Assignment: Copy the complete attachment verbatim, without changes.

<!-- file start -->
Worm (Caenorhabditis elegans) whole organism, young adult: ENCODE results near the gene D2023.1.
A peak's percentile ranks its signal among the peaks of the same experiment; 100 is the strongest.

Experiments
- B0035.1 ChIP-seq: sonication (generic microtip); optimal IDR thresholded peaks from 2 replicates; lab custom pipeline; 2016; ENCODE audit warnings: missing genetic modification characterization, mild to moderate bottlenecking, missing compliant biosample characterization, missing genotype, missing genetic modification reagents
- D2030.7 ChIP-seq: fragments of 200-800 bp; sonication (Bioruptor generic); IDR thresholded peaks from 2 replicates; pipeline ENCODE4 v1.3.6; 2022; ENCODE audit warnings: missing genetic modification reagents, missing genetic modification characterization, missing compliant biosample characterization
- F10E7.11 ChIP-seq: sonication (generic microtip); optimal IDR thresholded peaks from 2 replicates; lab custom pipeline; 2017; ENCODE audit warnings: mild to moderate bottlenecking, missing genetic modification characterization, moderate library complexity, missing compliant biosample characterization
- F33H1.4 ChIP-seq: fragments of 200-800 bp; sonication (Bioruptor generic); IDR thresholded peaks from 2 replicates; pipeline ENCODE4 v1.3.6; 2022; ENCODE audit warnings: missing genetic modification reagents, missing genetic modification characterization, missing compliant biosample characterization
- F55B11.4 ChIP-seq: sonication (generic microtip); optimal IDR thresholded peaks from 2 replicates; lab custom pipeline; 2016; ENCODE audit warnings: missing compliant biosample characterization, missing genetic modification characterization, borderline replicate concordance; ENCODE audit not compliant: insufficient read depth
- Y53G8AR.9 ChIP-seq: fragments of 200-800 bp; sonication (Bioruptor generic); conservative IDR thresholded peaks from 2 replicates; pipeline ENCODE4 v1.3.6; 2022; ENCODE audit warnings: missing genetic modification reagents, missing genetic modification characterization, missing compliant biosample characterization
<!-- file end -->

Worm (Caenorhabditis elegans) whole organism, young adult: ENCODE results near the gene D2023.1.
A peak's percentile ranks its signal among the peaks of the same experiment; 100 is the strongest.

Experiments
- B0035.1 ChIP-seq: sonication (generic microtip); optimal IDR thresholded peaks from 2 replicates; lab custom pipeline; 2016; ENCODE audit warnings: missing genetic modification characterization, mild to moderate bottlenecking, missing compliant biosample characterization, missing genotype, missing genetic modification reagents
- D2030.7 ChIP-seq: fragments of 200-800 bp; sonication (Bioruptor generic); IDR thresholded peaks from 2 replicates; pipeline ENCODE4 v1.3.6; 2022; ENCODE audit warnings: missing genetic modification reagents, missing genetic modification characterization, missing compliant biosample characterization
- F10E7.11 ChIP-seq: sonication (generic microtip); optimal IDR thresholded peaks from 2 replicates; lab custom pipeline; 2017; ENCODE audit warnings: mild to moderate bottlenecking, missing genetic modification characterization, moderate library complexity, missing compliant biosample characterization
- F33H1.4 ChIP-seq: fragments of 200-800 bp; sonication (Bioruptor generic); IDR thresholded peaks from 2 replicates; pipeline ENCODE4 v1.3.6; 2022; ENCODE audit warnings: missing genetic modification reagents, missing genetic modification characterization, missing compliant biosample characterization
- F55B11.4 ChIP-seq: sonication (generic microtip); optimal IDR thresholded peaks from 2 replicates; lab custom pipeline; 2016; ENCODE audit warnings: missing compliant biosample characterization, missing genetic modification characterization, borderline replicate concordance; ENCODE audit not compliant: insufficient read depth
- Y53G8AR.9 ChIP-seq: fragments of 200-800 bp; sonication (Bioruptor generic); conservative IDR thresholded peaks from 2 replicates; pipeline ENCODE4 v1.3.6; 2022; ENCODE audit warnings: missing genetic modification reagents, missing genetic modification characterization, missing compliant biosample characterization